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I'm calling it: Social networking is over

Mike Elgan | May 3, 2016
And just like that, social networking is no more. The sites formerly known as social networks are pivoting to something else.

Just ask Twitter

Micro-blogging, micro-schmogging. No matter what you call it, Twitter is included in every roundup, comparison or article about social networking. It's universally included in the "social network" category.

That's why it's telling that Twitter last week reportedly recategorized itself in Apple's App Store. The company removed its app from the "social networking" category and put it into the "news" category.

The move transformed Twitter from the No. 5 social networking app in the App Store to the No. 1 news app. The move also redefines Twitter: It's no longer a place where people connect with other people to talk about their lives; it's now a place where people get news.

Twitter is telling us that Twitter is no longer about social networking. Twitter is now about social media. And Twitter probably wouldn't have made the move if the social networking category was burning with relevance.

Facebook votes with its billions

Facebook remains on top of the App Store "social networking" charts. But if you look at the company's actions and trends in recent years, you can see how it's de-emphasizing social networking.

Let's start with acquisitions. In the past two years, Facebook has bought a messaging alternative to social networking (WhatsApp), a virtual reality company (Oculus VR), a drone company (Ascenta), a fitness-tracking app (Moves), a couple of augmented reality companies (Surreal Vision and Pebbles), and other companies that have little to do with good old-fashioned social networking.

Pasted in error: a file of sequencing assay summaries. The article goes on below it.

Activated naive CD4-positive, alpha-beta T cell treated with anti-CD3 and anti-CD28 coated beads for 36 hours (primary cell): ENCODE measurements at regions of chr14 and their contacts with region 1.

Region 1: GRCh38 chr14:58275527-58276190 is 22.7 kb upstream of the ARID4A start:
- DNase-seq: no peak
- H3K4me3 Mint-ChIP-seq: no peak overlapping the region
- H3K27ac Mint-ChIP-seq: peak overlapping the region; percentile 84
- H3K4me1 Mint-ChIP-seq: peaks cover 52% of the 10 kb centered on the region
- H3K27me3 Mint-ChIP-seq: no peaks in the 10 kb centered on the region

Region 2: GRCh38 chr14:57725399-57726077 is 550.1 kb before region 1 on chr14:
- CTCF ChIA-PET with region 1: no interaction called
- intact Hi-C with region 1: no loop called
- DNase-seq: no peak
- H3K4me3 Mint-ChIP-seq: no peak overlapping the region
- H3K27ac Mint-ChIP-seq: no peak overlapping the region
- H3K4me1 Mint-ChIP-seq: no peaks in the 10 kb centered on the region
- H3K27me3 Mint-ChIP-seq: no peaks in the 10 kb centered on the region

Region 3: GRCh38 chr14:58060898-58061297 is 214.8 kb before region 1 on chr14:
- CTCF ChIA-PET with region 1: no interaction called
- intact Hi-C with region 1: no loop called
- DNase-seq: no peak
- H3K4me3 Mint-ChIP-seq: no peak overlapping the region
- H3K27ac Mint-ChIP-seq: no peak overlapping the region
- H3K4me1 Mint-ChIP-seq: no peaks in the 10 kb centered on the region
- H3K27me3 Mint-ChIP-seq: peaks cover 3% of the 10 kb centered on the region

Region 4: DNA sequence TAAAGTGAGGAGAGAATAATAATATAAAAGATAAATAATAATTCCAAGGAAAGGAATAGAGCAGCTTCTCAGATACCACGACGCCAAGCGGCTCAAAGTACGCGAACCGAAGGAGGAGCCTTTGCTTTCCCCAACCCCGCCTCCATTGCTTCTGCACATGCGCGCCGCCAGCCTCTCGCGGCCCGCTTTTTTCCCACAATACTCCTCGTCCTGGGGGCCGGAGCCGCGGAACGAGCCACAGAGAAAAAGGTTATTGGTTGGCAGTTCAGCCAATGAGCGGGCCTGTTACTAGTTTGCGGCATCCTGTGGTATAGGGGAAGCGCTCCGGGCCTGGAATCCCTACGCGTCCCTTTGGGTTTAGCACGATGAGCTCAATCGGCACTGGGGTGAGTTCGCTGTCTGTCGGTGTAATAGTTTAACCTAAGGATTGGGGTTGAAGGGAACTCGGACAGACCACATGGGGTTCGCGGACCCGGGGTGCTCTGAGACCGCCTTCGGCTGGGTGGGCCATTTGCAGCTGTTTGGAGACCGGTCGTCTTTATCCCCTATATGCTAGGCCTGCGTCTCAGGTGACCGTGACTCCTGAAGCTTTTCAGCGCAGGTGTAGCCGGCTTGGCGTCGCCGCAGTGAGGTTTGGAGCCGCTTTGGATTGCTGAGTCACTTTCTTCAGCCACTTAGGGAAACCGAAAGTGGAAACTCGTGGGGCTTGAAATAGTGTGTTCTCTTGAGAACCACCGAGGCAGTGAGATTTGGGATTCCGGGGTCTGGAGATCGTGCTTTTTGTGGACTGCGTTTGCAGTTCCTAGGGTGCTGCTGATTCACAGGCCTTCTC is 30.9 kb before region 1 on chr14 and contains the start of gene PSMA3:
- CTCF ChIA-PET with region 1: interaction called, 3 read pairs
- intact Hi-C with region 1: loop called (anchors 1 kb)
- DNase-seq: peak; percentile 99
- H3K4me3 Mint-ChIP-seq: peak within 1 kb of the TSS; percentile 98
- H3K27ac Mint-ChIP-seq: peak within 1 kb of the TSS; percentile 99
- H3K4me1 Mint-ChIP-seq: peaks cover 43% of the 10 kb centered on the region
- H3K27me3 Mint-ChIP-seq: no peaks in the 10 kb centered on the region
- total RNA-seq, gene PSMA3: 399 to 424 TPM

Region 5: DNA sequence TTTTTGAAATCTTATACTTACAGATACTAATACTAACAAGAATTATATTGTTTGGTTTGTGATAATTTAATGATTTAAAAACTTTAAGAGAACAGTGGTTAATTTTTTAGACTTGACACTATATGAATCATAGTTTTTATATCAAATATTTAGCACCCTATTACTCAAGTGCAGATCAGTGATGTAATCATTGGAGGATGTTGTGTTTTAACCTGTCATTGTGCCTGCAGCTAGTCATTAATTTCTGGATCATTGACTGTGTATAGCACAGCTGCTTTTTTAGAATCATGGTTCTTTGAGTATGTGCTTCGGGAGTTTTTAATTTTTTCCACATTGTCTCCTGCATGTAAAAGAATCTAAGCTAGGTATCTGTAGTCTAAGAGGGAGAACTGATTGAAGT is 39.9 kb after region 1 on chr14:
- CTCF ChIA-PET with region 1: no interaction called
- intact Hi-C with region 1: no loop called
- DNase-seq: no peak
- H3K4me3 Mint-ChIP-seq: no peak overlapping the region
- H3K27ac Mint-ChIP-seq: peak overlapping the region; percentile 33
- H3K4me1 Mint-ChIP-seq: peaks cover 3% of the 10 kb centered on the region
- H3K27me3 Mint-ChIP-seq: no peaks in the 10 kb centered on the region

Facebook even unveiled a 360-degree video camera rig that has 17 cameras. Nobody's going to use that to post status updates.

Facebook is also reportedly working on a stand-alone app that works a lot like Snapchat. It's essentially a camera app that lets you share photos, videos and live-streaming video via Facebook. (Instead of opening to the status updates and posts of family and friends, it aggressively invites the user to capture something with the camera and share it.)

What's most interesting about this initiative is that it's designed to counter the fact that, according to The Wall Street Journal, there is "anxiety within Facebook over users’ increasingly passive behavior on the social network. Many users check Facebook daily or even multiple times a day, but fewer are sharing photos, videos and status updates about their own lives."

In other words, fewer people are doing social networking.

Meanwhile -- in addition to messaging, fitness-tracking and virtual and augmented reality -- Facebook is driving innovation in chatbots, artificial intelligence, drones, satellites, e-commerce, gaming and more.

Facebook is mostly concerned with keeping eyeballs glued to Facebook, and encouraging photo and video posts is one way to do that.

 

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